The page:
The state Department of Environmental Protection on Thursday announced $660,000 in grants for Giant Eagle to add electric car charging stations in Allegheny, Butler and Washington counties aimed at expansion of the state’s alternative fuel highway network.
“Pennsylvanians are increasingly interested in protecting the environment and saving money by driving clean-fuel vehicles such as electric or compressed natural gas powered cars, buses and trucks,” said DEP Secretary Patrick McDonnell.
When completed, the eight charging stations are expected to eliminate 242 metric tons of carbon dioxide emissions annually, according to a joint news release by DEP and PennDOT.
According to McDonnell, the stations will continue increasing options for fast charging along Interstate 79, designated last year as an Alternative Fuel Corridor by the Federal Highway Administration . The FHA permits states to designate highways as Alternative Fuel Corridors if they meet federal criteria for the availability of EV charging, CNG, propane, liquid natural gas or hydrogen fuel stations.
PennDOT and DEP partnered to secure designations in April for about 560 more miles in eastern and central Pennsylvania.
The designated highways have EV charging stations every 50 miles and CNG fueling stations every 150 miles. Stations are within five miles to the road.
“Pennsylvania is now a leading producer of natural gas, and the Alternative Fuel Corridor initiative aims to take advantage of this new, cleaner burning fuel source,” added PennDOT Secretary Leslie S. Richards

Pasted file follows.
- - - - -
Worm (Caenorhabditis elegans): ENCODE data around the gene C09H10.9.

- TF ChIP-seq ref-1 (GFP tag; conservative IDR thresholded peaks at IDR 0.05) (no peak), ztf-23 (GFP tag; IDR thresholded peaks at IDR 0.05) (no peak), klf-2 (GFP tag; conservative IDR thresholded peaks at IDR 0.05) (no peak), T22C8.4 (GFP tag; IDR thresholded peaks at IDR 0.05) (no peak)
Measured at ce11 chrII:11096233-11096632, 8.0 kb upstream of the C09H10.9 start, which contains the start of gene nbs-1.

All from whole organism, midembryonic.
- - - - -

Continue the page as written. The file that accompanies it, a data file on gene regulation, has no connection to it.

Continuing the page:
Among newly designated as corridors for EV charging are Interstate 70 from the Ohio border to New Stanton; Interstate 83 from New Cumberland to the Maryland border and U.S. Route 30-Interstate 676 from Gettysburg to the New Jersey border.
Newly designated as corridors for CNG are Interstate 70 from the Ohio border to the intersection with the turnpike in New Stanton and from the turnpike to Breezewood exit to the Maryland border; Interstate 81 from Carlisle to the New York border, Interstate 78 from the intersection with I-81 to Allentown and U.S. Route 30-Interstate 676 from York to the New Jersey border.
These latest routes, combined with those designated in 2016 and 2017, give Pennsylvania a total of 14 Alternative Fuel Corridors, covering 1,763 miles, according to DEP and PennDOT.
Corridor designation allows roads to have additional signage indicating that specific types of alternative fuel stations are available.
PennDOT is developing a signage package. The agencies will pursue opportunities for further corridor designations as alternative fuel stations increase.